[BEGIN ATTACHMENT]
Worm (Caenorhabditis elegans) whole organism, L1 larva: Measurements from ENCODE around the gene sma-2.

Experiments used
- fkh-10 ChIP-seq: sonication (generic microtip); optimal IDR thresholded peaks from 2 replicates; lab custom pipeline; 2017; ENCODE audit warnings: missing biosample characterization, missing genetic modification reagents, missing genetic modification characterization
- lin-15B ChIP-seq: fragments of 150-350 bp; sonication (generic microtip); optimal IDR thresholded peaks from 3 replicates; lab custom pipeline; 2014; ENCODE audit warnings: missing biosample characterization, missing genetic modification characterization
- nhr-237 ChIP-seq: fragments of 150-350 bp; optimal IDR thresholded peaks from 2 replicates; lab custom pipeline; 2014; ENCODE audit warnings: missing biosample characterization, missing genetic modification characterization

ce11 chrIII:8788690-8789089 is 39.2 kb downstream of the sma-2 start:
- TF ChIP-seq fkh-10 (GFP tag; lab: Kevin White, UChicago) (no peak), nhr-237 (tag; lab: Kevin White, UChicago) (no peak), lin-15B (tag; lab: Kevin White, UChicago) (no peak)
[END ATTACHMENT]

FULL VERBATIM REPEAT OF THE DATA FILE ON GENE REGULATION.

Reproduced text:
Worm (Caenorhabditis elegans) whole organism, L1 larva: Measurements from ENCODE around the gene sma-2.

Experiments used
- fkh-10 ChIP-seq: sonication (generic microtip); optimal IDR thresholded peaks from 2 replicates; lab custom pipeline; 2017; ENCODE audit warnings: missing biosample characterization, missing genetic modification reagents, missing genetic modification characterization
- lin-15B ChIP-seq: fragments of 150-350 bp; sonication (generic microtip); optimal IDR thresholded peaks from 3 replicates; lab custom pipeline; 2014; ENCODE audit warnings: missing biosample characterization, missing genetic modification characterization
- nhr-237 ChIP-seq: fragments of 150-350 bp; optimal IDR thresholded peaks from 2 replicates; lab custom pipeline; 2014; ENCODE audit warnings: missing biosample characterization, missing genetic modification characterization

ce11 chrIII:8788690-8789089 is 39.2 kb downstream of the sma-2 start:
- TF ChIP-seq fkh-10 (GFP tag; lab: Kevin White, UChicago) (no peak), nhr-237 (tag; lab: Kevin White, UChicago) (no peak), lin-15B (tag; lab: Kevin White, UChicago) (no peak)